We are getting to the end of the season, when everything winds down and we can take the time to look back on the last few months. For me, this year has been marked by a lot of changes but the one that has had the biggest impact has been getting an allotment.
I had thought a lot about it for a while and was on several waiting lists so, when I was offered this half-plot, I jumped at the chance and it’s the best thing I have done in a long time. It has brought me so much pleasure and satisfaction, I would never be without it again.
When I got he plot, at the end of June, the season was already well advanced and it was too late for most vegetables. I sowed a few beans and brought a couple of plants from home but it looked like I would spend my first season mainly weeding and tidying.
Obviously, I didn’t know the allotment mentality. On that first afternoon, a plot neighbour gave me some oca tubers and some sweet potato slips so I would have something to grow.
He also helped me build my first tunnel.
That’s one of the things I love most about allotment life: there is a camaraderie, a solidarity that has long disappeared from everyday life. People keep an eye on each other’s plots, we offer help without being asked, we chat and we share tips and sometimes produce. From time to time we also leave little gifts, a few plug plants here, a few beans or courgettes there…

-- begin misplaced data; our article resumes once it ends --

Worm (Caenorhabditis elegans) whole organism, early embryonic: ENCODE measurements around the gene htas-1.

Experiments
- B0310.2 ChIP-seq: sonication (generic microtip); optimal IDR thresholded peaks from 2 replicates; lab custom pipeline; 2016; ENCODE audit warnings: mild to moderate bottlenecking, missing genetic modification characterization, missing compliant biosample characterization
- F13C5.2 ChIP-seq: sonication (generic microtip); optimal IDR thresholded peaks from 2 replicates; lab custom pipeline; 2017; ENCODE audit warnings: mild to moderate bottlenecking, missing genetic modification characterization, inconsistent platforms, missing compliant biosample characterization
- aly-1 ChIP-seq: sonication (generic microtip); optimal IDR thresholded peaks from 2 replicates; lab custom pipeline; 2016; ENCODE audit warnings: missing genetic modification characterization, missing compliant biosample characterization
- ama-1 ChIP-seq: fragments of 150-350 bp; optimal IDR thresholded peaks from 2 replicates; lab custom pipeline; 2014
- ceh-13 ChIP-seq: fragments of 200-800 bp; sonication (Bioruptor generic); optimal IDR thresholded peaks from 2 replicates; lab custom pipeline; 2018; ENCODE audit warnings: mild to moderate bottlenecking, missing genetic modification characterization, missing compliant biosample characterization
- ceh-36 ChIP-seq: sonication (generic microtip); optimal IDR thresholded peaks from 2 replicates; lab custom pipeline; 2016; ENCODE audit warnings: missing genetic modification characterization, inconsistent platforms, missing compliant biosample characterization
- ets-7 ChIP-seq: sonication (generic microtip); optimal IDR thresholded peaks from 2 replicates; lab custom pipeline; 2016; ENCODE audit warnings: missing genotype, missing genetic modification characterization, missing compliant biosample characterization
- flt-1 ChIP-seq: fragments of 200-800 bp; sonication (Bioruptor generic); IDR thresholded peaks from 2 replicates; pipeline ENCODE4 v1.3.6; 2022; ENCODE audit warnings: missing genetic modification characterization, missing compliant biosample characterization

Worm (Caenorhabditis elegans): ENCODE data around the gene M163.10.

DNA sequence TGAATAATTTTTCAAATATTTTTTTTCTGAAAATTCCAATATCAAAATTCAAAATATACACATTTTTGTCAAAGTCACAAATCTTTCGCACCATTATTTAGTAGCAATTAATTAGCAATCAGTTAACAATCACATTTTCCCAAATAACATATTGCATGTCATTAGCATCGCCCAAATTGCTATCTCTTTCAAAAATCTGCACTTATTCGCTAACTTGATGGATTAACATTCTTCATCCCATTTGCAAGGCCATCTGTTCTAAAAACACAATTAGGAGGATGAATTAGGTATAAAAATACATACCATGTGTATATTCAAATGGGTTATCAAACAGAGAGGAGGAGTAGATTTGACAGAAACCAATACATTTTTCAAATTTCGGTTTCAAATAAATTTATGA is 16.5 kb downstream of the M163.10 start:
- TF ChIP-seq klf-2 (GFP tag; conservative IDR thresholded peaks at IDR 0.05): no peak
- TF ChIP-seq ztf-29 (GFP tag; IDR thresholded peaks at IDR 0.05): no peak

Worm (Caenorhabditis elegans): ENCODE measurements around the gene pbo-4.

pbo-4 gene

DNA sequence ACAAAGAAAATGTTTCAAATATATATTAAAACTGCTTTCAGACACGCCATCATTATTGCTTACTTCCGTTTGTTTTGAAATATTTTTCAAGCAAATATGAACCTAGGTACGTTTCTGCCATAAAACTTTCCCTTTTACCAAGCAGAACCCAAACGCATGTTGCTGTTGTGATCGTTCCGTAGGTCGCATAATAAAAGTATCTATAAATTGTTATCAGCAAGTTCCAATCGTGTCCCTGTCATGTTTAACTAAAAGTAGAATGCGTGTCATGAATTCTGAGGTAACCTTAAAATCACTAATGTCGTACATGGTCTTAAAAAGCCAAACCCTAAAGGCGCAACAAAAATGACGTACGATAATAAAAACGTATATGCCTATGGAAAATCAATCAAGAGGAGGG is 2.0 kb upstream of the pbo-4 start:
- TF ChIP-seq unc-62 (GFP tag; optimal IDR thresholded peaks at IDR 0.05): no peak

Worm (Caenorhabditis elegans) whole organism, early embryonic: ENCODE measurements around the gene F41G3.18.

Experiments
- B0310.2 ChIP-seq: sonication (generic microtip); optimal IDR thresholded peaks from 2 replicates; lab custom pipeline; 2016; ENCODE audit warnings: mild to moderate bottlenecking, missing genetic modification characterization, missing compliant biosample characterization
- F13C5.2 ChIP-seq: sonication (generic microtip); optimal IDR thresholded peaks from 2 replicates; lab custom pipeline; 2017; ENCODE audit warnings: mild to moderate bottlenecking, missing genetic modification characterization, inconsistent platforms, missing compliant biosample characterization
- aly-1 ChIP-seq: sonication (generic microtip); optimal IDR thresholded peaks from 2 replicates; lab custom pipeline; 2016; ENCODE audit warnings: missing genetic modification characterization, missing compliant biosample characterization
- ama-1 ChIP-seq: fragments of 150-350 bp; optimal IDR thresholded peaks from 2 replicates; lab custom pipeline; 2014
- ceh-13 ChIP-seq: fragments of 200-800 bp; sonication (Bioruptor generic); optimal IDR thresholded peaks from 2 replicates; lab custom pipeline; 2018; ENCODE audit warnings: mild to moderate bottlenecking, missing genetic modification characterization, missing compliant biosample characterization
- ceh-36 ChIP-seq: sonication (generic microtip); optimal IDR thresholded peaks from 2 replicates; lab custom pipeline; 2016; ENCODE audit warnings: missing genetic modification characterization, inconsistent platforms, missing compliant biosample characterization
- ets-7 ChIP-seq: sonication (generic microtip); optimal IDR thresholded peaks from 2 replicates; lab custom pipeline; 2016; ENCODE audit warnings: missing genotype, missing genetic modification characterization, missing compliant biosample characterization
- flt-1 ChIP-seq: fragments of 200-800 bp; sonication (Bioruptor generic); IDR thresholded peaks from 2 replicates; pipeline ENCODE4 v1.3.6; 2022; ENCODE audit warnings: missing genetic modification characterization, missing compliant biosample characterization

When I planted my garlic and over-wintering onions I shared the bags and a few days later I found a fairly big bush, with bare roots, in front of the polytunnel. My neighbour was splitting her gooseberry plant and thought I would like to have one. I planted it with a blackberry that was gifted to me on the same day.
Another person wanted to get rid of a small apple tree that was in her way and said that I could have it as long as I dug it up.
I have discovered the joy of arriving very early in the morning, long before anyone else, when everything is peaceful and calm. Even when things don’t go well, like the day I found all my pumpkin seedling had been beheaded by hungry slugs, I always leave the site mentally refreshed.
Even with a late start I have managed to grow a lot of veg and not only does it taste a lot better than what you get from the supermarket but having planted it and seen it grow makes the difference even greater.
November means the end of the season. The days are shorter, making it impossible to go after work, and the mornings are definitely colder. There are a few things to be sowed now but it is mainly time for tidying and doing all the jobs that haven’t been done before.
I will miss the long hours spent on the allotment but I am already planning what I am going to grow next year!